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Established in 1984 and updated in 1998, the Data Protection Act sets out the various rights of the people designated as data controllers, data users and data subjects, as well as general rules for dealing with data. It aims to prevent exploitation of the data subject's data.

NB:The laws mentioned here apply to Britain, although similar ones probably exist in many other countries.


The act specifies seven rights given to data subjects:

  1. Data subjects must be given a copy of any data held about them, and the reason it is being held, upon request. The individual must also be told how the data was obtained and to whom it may be passed.
  2. If the processing of the data has not previously been authorised by the data subject, and the processing is not necessary for a legal reason or to protect the data subject, then the data subject may ask that the processing stops if he deems that it will cause damage or distress.
  3. A data subject may ask that the processing stops if the processing is for the purpose of direct marketing.
  4. A data subject may ask that automated decisions made using the data are not used as the sole source of data for decision-making processes relating to him. He may also demand to be told when such decisions are made.
  5. If a data subject incurs losses or damage due to the illegal processing of the data, he may claim compensation. A bit of a no-brainer, this one...
  6. A data subject can use a court to order the data controller to correct or erase any inaccurate data pertaining to him.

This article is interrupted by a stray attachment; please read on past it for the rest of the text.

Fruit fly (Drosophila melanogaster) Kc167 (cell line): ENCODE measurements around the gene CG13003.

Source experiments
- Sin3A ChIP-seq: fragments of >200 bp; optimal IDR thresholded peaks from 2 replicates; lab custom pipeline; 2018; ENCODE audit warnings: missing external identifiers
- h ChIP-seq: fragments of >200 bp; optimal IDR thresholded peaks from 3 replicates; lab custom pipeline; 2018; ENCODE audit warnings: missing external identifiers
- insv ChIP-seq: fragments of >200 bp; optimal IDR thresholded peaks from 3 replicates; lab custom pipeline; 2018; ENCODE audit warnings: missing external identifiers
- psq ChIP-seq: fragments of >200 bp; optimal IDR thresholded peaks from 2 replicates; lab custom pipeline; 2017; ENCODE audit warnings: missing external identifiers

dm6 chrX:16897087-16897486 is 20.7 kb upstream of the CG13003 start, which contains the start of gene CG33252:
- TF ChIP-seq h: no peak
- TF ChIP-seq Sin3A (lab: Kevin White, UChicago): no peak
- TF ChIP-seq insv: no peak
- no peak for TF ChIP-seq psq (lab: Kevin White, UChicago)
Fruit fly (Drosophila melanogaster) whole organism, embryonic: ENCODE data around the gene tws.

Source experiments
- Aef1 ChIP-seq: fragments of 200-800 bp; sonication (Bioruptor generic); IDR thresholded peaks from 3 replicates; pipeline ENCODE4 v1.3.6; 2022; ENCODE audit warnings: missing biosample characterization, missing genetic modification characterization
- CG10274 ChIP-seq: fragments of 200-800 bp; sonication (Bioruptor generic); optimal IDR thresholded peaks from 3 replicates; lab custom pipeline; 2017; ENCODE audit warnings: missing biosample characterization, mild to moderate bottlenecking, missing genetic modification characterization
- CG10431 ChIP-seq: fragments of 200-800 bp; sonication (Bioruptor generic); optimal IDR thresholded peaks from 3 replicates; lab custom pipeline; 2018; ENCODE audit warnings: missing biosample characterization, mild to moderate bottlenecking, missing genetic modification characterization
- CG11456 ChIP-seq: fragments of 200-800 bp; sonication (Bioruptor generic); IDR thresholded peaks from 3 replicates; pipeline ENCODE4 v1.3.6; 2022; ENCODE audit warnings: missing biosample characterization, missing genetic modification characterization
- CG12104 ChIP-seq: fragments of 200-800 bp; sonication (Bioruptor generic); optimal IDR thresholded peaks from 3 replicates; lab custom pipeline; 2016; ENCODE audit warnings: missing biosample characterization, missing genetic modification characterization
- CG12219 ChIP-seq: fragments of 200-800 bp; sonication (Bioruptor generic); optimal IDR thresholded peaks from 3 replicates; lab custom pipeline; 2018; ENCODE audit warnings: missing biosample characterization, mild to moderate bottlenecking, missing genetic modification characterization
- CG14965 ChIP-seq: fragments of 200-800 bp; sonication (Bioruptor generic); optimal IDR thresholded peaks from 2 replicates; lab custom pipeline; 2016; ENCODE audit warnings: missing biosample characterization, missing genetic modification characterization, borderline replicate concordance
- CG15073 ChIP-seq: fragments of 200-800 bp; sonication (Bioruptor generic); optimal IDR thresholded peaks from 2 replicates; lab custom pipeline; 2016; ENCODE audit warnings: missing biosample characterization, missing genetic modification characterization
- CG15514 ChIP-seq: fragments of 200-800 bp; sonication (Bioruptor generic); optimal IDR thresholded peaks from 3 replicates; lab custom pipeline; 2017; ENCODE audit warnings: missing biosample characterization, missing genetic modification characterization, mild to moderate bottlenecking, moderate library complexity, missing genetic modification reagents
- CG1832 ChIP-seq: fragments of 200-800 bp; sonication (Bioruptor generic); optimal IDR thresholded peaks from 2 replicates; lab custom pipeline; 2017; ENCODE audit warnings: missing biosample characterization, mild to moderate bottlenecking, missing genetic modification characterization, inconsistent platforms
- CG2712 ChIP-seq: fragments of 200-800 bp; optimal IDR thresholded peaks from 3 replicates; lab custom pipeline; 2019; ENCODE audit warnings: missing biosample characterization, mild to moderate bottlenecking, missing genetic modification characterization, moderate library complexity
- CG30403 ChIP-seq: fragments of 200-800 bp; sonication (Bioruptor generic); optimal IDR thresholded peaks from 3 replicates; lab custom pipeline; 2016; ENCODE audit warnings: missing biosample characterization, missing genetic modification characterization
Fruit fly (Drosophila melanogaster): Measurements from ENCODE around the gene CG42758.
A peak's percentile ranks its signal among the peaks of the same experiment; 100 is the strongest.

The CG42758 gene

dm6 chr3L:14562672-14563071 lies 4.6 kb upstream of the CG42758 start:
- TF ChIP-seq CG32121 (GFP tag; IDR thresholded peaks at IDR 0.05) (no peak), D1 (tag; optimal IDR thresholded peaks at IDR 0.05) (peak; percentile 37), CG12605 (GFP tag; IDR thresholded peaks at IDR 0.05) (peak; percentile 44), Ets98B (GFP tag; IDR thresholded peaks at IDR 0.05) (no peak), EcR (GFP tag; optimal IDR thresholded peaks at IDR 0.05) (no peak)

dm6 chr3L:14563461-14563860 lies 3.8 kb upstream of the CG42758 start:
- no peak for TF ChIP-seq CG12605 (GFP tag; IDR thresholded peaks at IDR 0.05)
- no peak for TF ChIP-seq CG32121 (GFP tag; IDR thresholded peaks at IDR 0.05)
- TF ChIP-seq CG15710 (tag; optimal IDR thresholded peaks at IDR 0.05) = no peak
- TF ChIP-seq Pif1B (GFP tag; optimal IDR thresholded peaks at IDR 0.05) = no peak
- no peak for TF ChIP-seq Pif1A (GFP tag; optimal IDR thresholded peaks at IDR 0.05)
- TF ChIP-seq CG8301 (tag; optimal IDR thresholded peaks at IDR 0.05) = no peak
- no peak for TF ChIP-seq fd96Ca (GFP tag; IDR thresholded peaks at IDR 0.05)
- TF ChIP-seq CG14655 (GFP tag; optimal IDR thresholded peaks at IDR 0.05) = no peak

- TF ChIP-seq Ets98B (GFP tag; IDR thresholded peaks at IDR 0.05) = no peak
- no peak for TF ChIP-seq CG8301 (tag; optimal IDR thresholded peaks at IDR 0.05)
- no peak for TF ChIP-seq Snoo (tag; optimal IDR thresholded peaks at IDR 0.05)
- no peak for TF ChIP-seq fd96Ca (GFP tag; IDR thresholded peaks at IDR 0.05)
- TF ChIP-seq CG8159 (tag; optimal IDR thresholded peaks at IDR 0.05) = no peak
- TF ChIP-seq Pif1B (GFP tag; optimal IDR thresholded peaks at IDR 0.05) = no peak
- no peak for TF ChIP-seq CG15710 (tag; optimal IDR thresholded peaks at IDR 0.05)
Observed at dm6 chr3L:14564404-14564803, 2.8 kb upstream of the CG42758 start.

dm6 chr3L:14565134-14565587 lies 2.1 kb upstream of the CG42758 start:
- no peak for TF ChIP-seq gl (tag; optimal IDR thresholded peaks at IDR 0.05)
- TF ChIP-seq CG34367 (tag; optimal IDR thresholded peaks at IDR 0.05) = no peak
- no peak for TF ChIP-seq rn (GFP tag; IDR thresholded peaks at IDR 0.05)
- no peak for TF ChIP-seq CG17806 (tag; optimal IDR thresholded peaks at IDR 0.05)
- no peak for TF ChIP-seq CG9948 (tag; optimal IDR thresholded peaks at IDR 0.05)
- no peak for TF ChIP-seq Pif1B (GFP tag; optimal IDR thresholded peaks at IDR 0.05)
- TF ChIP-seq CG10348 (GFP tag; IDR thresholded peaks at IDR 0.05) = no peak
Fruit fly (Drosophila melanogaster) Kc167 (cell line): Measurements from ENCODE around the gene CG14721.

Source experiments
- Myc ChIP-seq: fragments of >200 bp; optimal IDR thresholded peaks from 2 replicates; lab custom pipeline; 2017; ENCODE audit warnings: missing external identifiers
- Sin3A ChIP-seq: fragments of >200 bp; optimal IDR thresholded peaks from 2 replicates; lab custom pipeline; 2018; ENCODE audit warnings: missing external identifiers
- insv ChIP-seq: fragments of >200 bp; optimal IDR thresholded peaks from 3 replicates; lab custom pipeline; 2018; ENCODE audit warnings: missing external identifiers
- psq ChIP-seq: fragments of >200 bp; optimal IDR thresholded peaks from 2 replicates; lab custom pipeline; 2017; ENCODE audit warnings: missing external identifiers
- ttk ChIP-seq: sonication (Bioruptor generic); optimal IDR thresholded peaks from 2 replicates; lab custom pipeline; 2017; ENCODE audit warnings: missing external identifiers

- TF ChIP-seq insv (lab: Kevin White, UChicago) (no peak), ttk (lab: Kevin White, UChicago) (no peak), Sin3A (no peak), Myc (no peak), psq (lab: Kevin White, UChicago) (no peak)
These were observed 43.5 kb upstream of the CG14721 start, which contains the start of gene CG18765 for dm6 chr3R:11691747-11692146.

7. A data subject can request an inquiry into the processing of data pertaining to him to see that it is legal (as defined by the Act itself).


In addition to the rights, there are eight principles which everyone must obey:

  1. Personal data may be processed only when one of more of the following conditions are met:
  2. Personal data may only be obtained for a specified, lawful purpose and cannot be used in other way;
  3. The data must be relevant to the purpose specified;
  4. The data must be be accurate and (if applicable) up to date;
  5. The data must be kept for no longer than necessary;
  6. The data must be processed giving due attention to the rights of the Data Subject;
  7. Steps must be taken to ensure the safety of the data against illegal processing, theft and other loss or damage to the data.
  8. The data must not be transferred outside of the European Union unless the destination country has adequate laws detailing the safety of the data;


(the bit They don't want you to notice) Any and all of the above conditions do not apply if the data is used for one or more of the purposes listed below:

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